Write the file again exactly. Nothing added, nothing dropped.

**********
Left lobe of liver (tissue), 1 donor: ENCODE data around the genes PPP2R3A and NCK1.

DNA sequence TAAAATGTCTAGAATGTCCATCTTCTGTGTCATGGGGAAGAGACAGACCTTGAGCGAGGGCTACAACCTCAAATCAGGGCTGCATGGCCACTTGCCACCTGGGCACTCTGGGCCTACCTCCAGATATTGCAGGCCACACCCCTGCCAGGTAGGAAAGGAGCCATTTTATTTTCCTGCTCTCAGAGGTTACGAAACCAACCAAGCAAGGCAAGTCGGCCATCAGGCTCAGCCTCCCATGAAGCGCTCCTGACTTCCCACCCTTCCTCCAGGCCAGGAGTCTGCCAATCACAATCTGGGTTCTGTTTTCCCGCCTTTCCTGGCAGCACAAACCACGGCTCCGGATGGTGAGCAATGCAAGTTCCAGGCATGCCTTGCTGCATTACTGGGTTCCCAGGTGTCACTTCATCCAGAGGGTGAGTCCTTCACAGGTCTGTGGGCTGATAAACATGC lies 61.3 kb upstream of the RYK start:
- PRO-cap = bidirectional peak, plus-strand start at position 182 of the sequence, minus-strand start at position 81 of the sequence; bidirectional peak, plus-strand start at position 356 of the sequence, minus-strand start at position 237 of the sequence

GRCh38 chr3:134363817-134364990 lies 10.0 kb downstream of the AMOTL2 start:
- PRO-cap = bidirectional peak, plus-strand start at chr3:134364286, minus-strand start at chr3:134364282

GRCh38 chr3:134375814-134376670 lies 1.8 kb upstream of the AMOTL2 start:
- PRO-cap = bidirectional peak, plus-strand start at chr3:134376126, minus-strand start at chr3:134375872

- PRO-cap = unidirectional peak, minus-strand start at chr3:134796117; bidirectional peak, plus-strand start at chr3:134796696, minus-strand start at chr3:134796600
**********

Left lobe of liver (tissue), 1 donor: ENCODE data around the genes PPP2R3A and NCK1.

DNA sequence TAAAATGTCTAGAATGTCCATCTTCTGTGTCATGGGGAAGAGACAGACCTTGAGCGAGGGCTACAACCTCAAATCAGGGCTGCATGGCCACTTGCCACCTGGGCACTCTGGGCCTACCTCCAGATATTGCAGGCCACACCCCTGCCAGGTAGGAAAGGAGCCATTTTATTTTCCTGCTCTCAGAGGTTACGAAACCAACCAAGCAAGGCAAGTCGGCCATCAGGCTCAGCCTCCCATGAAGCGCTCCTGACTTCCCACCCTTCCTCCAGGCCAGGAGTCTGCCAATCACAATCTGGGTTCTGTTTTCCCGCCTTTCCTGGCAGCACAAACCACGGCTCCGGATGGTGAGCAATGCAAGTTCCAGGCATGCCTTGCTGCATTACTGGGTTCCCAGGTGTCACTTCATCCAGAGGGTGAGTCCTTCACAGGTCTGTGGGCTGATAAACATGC lies 61.3 kb upstream of the RYK start:
- PRO-cap = bidirectional peak, plus-strand start at position 182 of the sequence, minus-strand start at position 81 of the sequence; bidirectional peak, plus-strand start at position 356 of the sequence, minus-strand start at position 237 of the sequence

GRCh38 chr3:134363817-134364990 lies 10.0 kb downstream of the AMOTL2 start:
- PRO-cap = bidirectional peak, plus-strand start at chr3:134364286, minus-strand start at chr3:134364282

GRCh38 chr3:134375814-134376670 lies 1.8 kb upstream of the AMOTL2 start:
- PRO-cap = bidirectional peak, plus-strand start at chr3:134376126, minus-strand start at chr3:134375872

- PRO-cap = unidirectional peak, minus-strand start at chr3:134796117; bidirectional peak, plus-strand start at chr3:134796696, minus-strand start at chr3:134796600